“The disciples went and did just as Jesus had instructed them, and brought the donkey and the colt, and laid their coats on them; and He sat on the coats. Most of the crowd spread their coats in the road, and others were cutting branches from the trees spreading them in the road. The crowds going ahead of Him, and those who followed, were shouting, ‘Hosanna to the Son of David; Blessed is He who comes in the name of the Lord; Hosanna in the highest!’” (Matthew 21:6-9).
Today begins Holy Week. Between now and next Sunday, churches of most denominations will commemorate Jesus’ final entry into Jerusalem, last Passover meal with His disciples, betrayal, arrest, crucifixion, and resurrection. Some churches will have extra worship services on Holy Thursday and Good Friday to emphasize each part of the biblical account of Jesus’ final days. Other churches will squeeze the entire passion narrative into the Palm Sunday service, hoping to accommodate church members who will not be able or willing to attend Holy Thursday and Good Friday services.
The entire passion narrative—the biblical account of the events leading up to Jesus’ crucifixion and resurrection—matters. It is all part of the Gospel message and, thus, is part of every Christian’s salvation testimony. We should not ignore Palm Sunday or the Last Supper to get to the crucifixion.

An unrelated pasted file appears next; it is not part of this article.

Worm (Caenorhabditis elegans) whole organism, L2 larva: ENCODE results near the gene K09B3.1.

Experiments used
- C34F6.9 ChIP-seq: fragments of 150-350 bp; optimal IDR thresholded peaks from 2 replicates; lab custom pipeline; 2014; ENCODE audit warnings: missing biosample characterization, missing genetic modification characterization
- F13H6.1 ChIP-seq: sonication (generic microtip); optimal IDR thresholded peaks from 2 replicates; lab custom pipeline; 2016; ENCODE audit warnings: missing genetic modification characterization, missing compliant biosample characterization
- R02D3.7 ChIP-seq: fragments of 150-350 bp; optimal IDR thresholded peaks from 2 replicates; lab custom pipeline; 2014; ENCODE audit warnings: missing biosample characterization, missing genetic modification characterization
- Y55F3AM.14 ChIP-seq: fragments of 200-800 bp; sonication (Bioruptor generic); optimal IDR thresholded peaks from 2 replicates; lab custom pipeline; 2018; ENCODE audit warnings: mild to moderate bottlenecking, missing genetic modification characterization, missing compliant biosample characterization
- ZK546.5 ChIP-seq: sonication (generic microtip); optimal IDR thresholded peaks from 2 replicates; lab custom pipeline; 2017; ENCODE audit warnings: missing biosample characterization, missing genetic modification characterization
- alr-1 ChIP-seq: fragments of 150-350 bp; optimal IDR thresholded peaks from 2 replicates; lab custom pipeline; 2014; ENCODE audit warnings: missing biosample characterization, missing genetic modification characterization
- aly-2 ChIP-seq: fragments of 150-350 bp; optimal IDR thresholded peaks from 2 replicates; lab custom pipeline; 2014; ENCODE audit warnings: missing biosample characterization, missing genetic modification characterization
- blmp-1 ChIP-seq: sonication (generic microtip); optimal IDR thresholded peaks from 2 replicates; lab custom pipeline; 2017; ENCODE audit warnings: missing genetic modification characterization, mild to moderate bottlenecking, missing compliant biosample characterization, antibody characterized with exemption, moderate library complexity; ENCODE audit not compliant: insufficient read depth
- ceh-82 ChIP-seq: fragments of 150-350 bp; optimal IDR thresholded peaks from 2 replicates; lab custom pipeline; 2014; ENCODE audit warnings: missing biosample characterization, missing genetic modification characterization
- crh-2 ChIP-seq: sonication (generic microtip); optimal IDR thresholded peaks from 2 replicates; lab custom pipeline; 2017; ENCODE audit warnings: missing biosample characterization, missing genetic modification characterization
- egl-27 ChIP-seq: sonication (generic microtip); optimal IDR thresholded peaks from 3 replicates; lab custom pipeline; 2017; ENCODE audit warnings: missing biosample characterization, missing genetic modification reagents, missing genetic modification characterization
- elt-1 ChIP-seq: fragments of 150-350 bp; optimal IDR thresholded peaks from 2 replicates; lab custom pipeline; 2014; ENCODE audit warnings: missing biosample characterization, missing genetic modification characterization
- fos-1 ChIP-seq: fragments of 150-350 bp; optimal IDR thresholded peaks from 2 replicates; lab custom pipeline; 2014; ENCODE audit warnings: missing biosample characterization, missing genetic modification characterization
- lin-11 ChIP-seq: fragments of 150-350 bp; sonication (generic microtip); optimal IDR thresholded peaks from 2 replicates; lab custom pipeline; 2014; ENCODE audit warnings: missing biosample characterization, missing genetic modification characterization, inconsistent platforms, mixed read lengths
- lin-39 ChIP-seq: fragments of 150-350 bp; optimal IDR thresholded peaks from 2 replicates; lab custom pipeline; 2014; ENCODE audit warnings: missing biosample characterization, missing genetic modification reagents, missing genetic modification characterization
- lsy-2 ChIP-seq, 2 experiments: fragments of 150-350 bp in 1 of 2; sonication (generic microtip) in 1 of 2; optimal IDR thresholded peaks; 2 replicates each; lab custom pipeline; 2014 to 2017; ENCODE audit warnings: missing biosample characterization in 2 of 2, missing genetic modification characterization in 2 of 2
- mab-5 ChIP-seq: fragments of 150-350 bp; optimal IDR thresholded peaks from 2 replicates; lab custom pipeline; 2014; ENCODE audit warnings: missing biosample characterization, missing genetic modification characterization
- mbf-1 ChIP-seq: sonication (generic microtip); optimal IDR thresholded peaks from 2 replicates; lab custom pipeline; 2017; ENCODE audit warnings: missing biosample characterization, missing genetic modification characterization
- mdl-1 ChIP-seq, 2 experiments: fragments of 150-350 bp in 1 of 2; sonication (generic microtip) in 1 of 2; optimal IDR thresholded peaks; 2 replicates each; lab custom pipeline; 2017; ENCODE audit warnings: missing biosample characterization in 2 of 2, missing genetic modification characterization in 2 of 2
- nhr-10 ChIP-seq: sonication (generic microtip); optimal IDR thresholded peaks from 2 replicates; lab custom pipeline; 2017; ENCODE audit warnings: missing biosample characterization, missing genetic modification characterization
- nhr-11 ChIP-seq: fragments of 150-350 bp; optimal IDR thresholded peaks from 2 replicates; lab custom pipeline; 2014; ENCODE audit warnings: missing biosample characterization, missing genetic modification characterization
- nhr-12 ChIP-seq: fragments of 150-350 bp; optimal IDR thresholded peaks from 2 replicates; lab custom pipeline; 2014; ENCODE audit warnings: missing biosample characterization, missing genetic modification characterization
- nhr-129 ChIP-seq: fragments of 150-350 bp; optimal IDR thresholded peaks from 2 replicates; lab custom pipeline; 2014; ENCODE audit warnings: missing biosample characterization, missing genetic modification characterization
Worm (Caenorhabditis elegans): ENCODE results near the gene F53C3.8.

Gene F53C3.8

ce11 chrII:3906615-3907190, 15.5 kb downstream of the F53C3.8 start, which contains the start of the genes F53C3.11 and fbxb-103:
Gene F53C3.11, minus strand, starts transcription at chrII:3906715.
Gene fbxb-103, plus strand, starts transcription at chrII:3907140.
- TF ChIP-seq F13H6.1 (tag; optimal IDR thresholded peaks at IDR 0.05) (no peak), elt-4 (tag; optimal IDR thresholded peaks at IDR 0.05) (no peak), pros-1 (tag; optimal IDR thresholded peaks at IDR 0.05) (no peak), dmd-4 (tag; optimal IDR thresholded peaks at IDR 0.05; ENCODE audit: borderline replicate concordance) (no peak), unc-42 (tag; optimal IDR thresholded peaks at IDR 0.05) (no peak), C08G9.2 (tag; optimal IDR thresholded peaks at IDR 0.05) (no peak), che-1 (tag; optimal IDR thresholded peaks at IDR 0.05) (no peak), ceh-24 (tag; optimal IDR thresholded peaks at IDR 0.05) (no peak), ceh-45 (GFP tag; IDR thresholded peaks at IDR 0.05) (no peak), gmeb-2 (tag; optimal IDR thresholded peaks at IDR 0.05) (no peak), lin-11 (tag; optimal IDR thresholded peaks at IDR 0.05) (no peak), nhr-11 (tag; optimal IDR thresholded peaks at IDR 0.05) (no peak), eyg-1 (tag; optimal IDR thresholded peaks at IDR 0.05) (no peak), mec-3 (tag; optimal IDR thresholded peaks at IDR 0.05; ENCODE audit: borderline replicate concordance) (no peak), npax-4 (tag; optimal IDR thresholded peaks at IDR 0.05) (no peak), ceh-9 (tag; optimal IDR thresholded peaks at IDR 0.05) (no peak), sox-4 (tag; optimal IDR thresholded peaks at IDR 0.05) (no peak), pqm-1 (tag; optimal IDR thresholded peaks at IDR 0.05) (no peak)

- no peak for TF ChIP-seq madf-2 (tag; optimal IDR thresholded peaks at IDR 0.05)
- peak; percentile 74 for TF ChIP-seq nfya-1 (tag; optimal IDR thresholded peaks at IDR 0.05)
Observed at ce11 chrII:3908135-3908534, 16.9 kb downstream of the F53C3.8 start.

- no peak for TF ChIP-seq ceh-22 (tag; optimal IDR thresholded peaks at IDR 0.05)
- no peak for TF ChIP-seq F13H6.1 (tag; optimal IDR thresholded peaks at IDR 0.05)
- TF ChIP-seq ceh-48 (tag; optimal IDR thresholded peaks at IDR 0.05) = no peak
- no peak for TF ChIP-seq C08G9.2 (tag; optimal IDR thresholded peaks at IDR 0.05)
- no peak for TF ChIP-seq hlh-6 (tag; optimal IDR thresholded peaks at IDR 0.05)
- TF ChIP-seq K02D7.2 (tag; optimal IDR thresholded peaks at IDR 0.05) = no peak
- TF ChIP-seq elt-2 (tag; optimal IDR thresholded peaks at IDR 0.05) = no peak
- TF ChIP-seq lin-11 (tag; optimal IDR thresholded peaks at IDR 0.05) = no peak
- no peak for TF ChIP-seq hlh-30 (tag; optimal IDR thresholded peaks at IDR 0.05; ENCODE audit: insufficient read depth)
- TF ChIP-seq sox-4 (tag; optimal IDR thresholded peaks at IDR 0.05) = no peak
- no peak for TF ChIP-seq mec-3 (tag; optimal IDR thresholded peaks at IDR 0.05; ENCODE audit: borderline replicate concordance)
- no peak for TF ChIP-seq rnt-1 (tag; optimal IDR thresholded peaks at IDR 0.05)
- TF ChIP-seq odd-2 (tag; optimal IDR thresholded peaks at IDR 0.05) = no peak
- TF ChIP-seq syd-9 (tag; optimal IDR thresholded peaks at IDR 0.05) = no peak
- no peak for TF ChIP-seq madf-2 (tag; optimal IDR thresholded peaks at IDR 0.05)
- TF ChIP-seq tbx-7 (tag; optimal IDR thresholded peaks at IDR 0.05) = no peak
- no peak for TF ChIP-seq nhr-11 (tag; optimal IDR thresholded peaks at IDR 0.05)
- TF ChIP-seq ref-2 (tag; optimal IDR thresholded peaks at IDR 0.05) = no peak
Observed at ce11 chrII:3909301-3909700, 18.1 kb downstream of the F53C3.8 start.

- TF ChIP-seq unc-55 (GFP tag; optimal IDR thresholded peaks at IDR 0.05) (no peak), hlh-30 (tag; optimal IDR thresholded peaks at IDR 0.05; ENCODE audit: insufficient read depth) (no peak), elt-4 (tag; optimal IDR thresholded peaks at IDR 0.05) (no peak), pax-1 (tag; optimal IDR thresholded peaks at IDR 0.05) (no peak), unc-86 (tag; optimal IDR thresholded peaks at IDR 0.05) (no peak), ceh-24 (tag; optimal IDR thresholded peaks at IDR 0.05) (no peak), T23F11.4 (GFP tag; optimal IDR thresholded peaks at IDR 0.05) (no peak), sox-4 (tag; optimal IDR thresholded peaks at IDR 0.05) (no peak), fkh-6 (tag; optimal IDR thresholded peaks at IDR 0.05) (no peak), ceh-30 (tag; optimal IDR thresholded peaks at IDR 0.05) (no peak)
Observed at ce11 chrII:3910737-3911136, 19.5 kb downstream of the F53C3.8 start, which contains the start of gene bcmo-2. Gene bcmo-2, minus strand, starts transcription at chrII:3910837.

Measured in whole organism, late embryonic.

The sudden change of events between Palm Sunday and Good Friday is a lesson for all Christians. People can be fickle, easily tossed by the winds of popular opinion, current events, or personal circumstances. Our very faith can be shaken when we build it on a weak foundation, and we see this in the Gospels. Although some people think the biblical account describes an unrealistic change of circumstances in Jesus’ life, recent current events remind us that one’s public image can change in the twinkling of an eye.
Recently, actor/rapper Will Smith’s public image took a drastic turn. For decades, he has been a popular entertainer. He came across as a likable person. However, within a few seconds, his popularity disappeared. During the Oscar Awards show, comedian Chris Rock made a joke about Smith’s wife’s appearance. The “Fresh Prince” became enraged, ran onstage, slapped Rock, and angrily shouted and cursed at him. Since then, people who admired him lost all respect for him. I doubt Will Smith changed; it is more likely that the public saw a side of him that he had cleverly hidden from audiences. Nevertheless, within days he went from superstar to pop-culture pariah.
On Palm Sunday, the Jewish people who were in Jerusalem preparing for the Passover feast welcomed Jesus, celebrating Him as the Messiah with shouts of “Hosanna!” “Save us, Lord!” They recognized Jesus as Savior and hailed Him as their King. But five days later, they screamed “Crucify Him!” Many of the same people were in both crowds. People welcomed Him as a hero and savior on Sunday but demanded His execution on Friday morning.